The 26th January marked a historic moment for the Church of England, as the Reverend Libby Lane was consecrated as Bishop of Stockport, the first woman to be made a bishop since the denomination’s founding by Henry VIII in 1534. This was following decades of campaigning, which finally resulted in a ruling by the general synod in November 2014, giving the final seal of approval to the legislation on the ordination of female bishops that passed through Parliament earlier in the year. The service, which took place at the York Minster and was attended by more than a thousand people, was led by Archbishop of York, John Sentamu, who said that he had been “praying and working for this day” and that it was “high time we had women bishops”.
The issue of female bishops has been the subject of longstanding debate. Those who oppose the idea have argued that the Bible teaches different roles in worship to men and to women, and requires male headship in the Church; they would deem it unsuitable, for example, for Bishop Lane to have the power herself to ordain other bishops and priests. Whilst her appointment can be viewed as a triumph for those who have fought for gender equality in the Church, the dispute is far from over. There was an indication of this even during her own ordination ceremony when the Rev Paul Williamson stepped forward, claiming the fact that it was “not in the Bible” to be the existence of an “absolute impediment”.
Archbishop Sentamu responded that the consecration of women as bishops was now lawful in the eyes of the Church and of God, and, to the Bishop Lane’s visible relief, when he asked a second time there was no opposition, and the ceremony continued. However, Rev Williamson’s actions demonstrate that there is still serious discord within the Church on this issue, and that attitudes aren’t going to change overnight. Indeed, it has now been 21 years since the ordination of the first female priests in 1994, but of the nearly 8,000 Church of England priests in the country, still only 1,781 are women. Similarly, there are 101 Church of England male bishops, but only 30 female bishops worldwide. Other denominations of Christianity are even further behind; the doctrine of the Roman Catholic Church, for example, allows only baptised men to be ordained in any position of authority.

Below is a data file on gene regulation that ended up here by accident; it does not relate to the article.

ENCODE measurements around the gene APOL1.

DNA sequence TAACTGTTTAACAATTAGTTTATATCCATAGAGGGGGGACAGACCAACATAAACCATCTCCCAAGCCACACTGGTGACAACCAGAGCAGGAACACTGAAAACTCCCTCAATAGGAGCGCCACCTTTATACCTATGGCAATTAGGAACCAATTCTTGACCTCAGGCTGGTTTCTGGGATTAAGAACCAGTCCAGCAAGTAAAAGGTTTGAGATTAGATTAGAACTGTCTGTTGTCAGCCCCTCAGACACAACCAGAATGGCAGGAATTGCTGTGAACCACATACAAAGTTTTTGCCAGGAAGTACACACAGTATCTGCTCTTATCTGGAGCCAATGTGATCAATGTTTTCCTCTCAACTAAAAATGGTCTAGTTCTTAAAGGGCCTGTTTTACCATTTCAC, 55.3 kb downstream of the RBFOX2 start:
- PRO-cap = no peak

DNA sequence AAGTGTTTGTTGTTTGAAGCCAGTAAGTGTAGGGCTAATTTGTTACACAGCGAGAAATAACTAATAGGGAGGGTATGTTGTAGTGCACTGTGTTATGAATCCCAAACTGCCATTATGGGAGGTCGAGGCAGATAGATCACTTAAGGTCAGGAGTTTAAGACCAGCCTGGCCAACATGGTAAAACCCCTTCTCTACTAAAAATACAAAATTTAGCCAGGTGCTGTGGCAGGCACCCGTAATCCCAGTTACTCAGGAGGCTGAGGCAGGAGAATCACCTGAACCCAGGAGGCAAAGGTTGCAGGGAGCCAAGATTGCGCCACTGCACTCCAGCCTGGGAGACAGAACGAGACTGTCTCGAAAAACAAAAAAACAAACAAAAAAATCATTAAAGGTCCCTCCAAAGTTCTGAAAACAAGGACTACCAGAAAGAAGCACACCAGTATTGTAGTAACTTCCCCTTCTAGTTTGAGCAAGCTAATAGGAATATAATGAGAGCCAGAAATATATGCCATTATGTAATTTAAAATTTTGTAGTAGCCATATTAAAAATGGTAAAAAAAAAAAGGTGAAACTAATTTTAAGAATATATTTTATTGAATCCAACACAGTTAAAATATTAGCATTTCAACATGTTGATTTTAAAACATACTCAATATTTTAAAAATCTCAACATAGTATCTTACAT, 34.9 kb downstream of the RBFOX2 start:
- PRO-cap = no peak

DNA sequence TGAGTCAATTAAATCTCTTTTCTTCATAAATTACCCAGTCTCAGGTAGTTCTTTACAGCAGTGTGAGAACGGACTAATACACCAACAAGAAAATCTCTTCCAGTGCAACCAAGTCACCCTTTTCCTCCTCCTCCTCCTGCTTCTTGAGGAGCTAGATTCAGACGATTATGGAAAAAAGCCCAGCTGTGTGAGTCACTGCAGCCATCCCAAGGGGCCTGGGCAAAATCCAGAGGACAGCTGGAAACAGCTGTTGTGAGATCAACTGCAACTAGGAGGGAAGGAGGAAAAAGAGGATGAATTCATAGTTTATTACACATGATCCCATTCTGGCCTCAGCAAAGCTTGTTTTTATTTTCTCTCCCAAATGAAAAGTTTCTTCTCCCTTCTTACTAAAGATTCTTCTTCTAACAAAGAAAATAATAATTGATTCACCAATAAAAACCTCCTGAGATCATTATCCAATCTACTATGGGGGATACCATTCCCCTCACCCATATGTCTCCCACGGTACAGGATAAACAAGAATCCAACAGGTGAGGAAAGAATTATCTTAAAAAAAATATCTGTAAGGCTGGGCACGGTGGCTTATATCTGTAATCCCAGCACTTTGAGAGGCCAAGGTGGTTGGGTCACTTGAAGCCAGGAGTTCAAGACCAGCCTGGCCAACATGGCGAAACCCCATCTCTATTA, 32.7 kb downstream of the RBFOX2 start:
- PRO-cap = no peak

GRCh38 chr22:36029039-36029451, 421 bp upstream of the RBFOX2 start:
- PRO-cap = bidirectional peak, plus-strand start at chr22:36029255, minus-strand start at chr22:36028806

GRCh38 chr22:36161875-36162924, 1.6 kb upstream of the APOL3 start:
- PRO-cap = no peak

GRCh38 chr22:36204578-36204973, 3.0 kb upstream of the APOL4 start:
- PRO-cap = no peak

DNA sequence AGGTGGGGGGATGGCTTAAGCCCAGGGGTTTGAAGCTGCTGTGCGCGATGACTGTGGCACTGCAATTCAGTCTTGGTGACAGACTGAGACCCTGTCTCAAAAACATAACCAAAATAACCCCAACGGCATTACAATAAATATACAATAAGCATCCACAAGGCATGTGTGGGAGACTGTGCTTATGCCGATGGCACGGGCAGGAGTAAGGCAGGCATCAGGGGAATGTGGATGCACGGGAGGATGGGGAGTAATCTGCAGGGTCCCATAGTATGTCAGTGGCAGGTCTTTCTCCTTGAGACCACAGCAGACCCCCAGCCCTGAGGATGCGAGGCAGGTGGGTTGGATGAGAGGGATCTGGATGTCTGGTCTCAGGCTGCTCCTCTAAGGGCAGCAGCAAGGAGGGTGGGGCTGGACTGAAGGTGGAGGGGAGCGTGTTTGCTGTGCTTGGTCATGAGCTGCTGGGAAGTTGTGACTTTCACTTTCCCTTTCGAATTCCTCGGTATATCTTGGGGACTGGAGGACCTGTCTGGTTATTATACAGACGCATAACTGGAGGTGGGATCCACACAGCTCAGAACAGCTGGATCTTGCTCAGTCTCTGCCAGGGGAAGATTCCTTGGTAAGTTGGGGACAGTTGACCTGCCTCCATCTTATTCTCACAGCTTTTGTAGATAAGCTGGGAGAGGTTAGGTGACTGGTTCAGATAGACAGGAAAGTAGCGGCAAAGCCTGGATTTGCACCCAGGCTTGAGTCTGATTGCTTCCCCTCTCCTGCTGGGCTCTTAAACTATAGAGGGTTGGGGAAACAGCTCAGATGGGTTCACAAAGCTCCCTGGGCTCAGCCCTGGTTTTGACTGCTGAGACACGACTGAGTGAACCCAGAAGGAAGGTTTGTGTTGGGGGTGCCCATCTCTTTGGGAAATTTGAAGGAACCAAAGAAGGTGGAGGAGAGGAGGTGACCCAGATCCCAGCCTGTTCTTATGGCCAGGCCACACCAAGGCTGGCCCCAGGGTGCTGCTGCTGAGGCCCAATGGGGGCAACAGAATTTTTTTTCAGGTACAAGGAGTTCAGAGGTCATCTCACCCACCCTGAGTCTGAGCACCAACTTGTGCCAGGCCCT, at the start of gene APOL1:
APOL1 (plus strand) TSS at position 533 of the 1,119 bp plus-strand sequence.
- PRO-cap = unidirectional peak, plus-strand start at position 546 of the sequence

Nevertheless, this may signify for many a turning point in Christianity, not just relating to gender equality, but representing a general trend towards modernisation in the Church as a whole. It is clear that the Church of England is not the only denomination to be taking such steps; this is a role which is frequently accredited to Pope Francis, who, during his time as pontiff, has been embarking on what many are calling a quiet revolution of the Roman Catholic Church. Particularly memorable moments of 2014 include his presiding over the marriage of 20 couples at the Vatican, including some who had been cohabiting, had been previously married or were single parents, and his statement about the theories of evolution and the Big Bang being perfectly compatible with a belief that God created the universe.
Whilst the Church continues to face the challenges of modernisation, and is likely to do so for a long time to come, Libby Lane stands as a symbol to the world that it is nonetheless moving in the right direction, one female bishop at a time.